As a sidenote, I wanted to point out that after reading Harvey’s section on technology, in particular the “the proliferation of television use”(61) after having also read about postmodern art, I could not stop thinking about a piece I saw last year at the Smithsonian American Art Museum which combines television and art in a way I have never seen otherwise.  Nam June Paik’s “Electronic Superhighway: Continental U.S., Alaska, Hawaii” depicts each of the fifty state proportionally with various sized televisions which continuously roll representative footage of each state.  For example, “The Wizard of Oz” plays on the televisions that constitute Kansas and “Oklahoma” plays, obviously, on the Oklahoma screens.  This piece really forced me to question how television can serve as an art medium in a more abstract and meaningful way than just as the way we watch “Lost” or “American Idol.”  Check it out, either with this link or in person if you get the chance!

For a more interactive site & information on the exhibit itself, look here: http://americanart.si.edu/collections/interact/zoom/paik.cfm

For digital images, look herehttp://www.waymarking.com/waymarks/WM4438

 

 

Rejection of modernism

One of the possible ways of defining or categorizing postmodernism is by its rejection of modernism ideals.  The Lathe of Heaven does this in several ways.

One is by its rejection of Freudian and Jungian ideas.  Freud’s ideas of psychoanalysis and Jung’s archetypes figured heavily into modernist ways of thinking.  Both obviously were also interested in dreaming and what it said about the human psyche.

Haber’s therapy sessions seem to reject basic Freudian ideas and techniques.  At one point he says the only holdover modern psychology still has is the couch, but he uses it for patients to sleep on, which Freud very much opposed.  For Haber, modern psychology is all about technology, not about the analysis that Freud and Jung practiced.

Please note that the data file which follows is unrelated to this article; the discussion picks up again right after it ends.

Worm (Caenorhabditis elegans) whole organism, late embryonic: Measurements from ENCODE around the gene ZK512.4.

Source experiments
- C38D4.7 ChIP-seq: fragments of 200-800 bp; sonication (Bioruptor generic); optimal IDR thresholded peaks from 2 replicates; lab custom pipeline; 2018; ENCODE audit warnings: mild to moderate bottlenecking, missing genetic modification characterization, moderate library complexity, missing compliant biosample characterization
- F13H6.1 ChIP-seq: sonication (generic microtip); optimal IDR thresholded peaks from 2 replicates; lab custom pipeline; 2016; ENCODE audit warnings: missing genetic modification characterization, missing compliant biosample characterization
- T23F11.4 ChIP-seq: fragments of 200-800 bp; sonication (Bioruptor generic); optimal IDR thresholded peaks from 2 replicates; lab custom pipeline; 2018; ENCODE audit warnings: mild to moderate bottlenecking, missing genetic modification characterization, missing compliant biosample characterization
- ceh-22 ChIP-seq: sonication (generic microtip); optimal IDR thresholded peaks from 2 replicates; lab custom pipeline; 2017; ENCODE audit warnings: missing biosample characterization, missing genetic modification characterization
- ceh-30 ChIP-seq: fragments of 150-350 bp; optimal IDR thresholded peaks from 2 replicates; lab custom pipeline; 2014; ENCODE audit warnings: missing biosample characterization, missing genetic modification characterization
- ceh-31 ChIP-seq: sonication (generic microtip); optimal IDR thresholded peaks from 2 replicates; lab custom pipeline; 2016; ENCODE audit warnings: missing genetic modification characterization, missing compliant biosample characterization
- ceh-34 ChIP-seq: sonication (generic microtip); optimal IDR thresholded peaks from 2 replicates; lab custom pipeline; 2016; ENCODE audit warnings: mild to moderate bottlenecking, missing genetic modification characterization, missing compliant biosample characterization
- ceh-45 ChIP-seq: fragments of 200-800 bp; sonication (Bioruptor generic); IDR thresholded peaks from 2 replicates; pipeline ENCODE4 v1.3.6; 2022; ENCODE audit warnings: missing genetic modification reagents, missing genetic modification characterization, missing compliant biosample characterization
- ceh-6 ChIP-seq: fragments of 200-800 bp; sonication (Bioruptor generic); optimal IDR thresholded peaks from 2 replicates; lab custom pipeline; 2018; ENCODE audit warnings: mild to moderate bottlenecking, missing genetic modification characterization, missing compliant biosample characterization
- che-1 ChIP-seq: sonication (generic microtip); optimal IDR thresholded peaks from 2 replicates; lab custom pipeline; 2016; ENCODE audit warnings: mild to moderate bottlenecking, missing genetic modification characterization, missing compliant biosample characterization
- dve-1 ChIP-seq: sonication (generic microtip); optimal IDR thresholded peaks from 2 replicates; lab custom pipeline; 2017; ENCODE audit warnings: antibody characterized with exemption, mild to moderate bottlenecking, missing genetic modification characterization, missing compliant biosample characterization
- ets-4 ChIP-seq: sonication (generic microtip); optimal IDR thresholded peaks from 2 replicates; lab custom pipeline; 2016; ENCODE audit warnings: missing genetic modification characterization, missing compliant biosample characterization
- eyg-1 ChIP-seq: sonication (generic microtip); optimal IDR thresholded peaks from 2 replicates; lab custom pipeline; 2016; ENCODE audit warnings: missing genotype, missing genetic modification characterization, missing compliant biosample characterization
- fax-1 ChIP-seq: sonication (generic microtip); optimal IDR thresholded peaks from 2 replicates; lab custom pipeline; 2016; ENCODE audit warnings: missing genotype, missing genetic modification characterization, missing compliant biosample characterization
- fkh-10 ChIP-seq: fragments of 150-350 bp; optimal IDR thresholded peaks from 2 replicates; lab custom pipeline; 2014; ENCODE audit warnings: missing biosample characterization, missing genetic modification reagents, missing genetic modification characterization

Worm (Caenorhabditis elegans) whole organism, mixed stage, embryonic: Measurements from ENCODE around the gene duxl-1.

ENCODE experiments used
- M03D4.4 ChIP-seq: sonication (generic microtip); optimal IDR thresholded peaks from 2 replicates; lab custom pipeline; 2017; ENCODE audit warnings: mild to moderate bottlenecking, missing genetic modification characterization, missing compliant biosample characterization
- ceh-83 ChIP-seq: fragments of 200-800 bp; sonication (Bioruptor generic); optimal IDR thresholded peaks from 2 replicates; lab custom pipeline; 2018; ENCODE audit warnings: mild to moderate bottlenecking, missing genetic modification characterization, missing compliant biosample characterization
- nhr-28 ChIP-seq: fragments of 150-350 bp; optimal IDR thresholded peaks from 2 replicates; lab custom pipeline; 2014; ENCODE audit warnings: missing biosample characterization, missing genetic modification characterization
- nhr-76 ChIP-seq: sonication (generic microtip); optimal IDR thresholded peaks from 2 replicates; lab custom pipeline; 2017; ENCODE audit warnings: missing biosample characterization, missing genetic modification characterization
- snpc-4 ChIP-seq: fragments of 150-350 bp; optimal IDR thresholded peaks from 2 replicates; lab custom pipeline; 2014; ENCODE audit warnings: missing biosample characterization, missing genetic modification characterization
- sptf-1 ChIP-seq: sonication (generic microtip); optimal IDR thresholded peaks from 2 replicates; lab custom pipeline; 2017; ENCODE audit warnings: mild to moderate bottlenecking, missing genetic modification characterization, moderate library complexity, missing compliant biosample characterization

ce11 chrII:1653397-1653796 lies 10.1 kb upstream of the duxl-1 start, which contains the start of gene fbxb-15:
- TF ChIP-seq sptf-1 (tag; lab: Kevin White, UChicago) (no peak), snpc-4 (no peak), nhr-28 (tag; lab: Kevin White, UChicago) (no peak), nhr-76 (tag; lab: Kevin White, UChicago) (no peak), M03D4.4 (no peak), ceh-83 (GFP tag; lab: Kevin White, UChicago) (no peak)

Haber also rejects the ideas of Freud and Jung that the unconscious was a dark and scary place:

Your unconscious mind is not a sink of horror and depravity.  That’s a Victorian notion, and a terrifically destructive one.  It crippled most of the best minds of the nineteenth century, and hamstrung psychology all through the first half of the twentieth.  Don’t be afraid of your unconscious mind! It’s not a black pit of nightmares.  Nothing of the kind!  It is the wellspring of health, imagination, creativity….. there is nothing to fear. -88.

For Freud and Jung and their patients, there was very much something to fear.  They told us that our subconscious was full of dirty thoughts and secret motives and monsters that we were not even aware we had.  The idea that there was a whole other layer of the brain that we could not tap into, yet was controlling our behavior to some point was a scary notion indeed.

Haber also is rejecting the Jungian ideas of archetypes, which was found throughout modernist literature.  When he is trying to make George feel better, he rejects the idea that the aliens are some universal archetype that represent the fear of the unknown, and says that they were probably just influenced by sci-fi movies from the 70’s.  George wants to stop before he brings out more monsters from his unconcscious, but Haber tells him he is being silly and that they must proceed.